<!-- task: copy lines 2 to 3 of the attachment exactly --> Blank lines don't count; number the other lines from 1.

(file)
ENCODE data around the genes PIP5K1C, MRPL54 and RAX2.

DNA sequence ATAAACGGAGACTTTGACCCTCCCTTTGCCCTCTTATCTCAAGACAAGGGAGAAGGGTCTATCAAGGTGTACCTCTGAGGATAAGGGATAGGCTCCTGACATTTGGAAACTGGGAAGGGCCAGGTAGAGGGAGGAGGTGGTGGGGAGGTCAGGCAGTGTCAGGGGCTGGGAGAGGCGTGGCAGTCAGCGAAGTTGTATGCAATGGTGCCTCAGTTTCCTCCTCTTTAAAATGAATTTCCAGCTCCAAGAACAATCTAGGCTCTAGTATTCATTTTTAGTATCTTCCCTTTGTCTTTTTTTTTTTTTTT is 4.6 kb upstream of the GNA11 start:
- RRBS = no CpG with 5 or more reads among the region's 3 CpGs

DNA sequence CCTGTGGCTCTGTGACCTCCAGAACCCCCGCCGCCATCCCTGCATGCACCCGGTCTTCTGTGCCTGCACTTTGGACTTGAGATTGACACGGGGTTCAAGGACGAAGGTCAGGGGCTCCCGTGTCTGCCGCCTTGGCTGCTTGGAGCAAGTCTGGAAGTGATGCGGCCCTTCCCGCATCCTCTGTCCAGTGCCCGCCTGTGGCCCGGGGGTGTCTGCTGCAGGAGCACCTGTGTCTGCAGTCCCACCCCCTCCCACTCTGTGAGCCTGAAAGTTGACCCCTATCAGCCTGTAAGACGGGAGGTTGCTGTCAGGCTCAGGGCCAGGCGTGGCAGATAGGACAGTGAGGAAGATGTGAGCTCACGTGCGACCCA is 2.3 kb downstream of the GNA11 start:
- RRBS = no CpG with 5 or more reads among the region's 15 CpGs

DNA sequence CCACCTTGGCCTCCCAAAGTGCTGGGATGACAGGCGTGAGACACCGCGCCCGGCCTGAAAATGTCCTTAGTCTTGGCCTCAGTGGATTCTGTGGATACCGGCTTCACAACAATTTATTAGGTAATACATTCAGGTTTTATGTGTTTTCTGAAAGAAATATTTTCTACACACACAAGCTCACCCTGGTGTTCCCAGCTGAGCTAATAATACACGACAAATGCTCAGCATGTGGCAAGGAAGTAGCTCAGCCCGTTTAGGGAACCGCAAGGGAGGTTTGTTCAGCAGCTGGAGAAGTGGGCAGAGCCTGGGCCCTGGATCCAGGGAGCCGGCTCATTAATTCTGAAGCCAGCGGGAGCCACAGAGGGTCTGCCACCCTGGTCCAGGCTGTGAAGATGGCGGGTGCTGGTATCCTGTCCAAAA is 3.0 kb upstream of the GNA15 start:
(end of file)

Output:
DNA sequence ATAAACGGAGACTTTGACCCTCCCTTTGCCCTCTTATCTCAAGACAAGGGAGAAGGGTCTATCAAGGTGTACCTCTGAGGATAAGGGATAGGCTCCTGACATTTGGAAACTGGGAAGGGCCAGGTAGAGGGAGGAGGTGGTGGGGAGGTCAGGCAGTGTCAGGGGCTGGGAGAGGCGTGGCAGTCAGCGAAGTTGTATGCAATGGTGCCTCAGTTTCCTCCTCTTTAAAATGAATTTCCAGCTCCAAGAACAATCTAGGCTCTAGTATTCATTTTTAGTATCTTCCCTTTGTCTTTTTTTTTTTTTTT is 4.6 kb upstream of the GNA11 start:
- RRBS = no CpG with 5 or more reads among the region's 3 CpGs